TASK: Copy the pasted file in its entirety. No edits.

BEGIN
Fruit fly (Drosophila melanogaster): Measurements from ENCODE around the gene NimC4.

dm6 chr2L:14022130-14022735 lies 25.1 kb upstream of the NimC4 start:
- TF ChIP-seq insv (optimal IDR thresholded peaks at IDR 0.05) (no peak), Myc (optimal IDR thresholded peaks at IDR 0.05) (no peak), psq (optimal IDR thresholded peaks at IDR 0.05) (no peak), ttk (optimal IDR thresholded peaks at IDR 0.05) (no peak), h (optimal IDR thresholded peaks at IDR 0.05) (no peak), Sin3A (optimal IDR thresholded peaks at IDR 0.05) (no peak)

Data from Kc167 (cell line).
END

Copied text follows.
Fruit fly (Drosophila melanogaster): Measurements from ENCODE around the gene NimC4.

dm6 chr2L:14022130-14022735 lies 25.1 kb upstream of the NimC4 start:
- TF ChIP-seq insv (optimal IDR thresholded peaks at IDR 0.05) (no peak), Myc (optimal IDR thresholded peaks at IDR 0.05) (no peak), psq (optimal IDR thresholded peaks at IDR 0.05) (no peak), ttk (optimal IDR thresholded peaks at IDR 0.05) (no peak), h (optimal IDR thresholded peaks at IDR 0.05) (no peak), Sin3A (optimal IDR thresholded peaks at IDR 0.05) (no peak)

Data from Kc167 (cell line).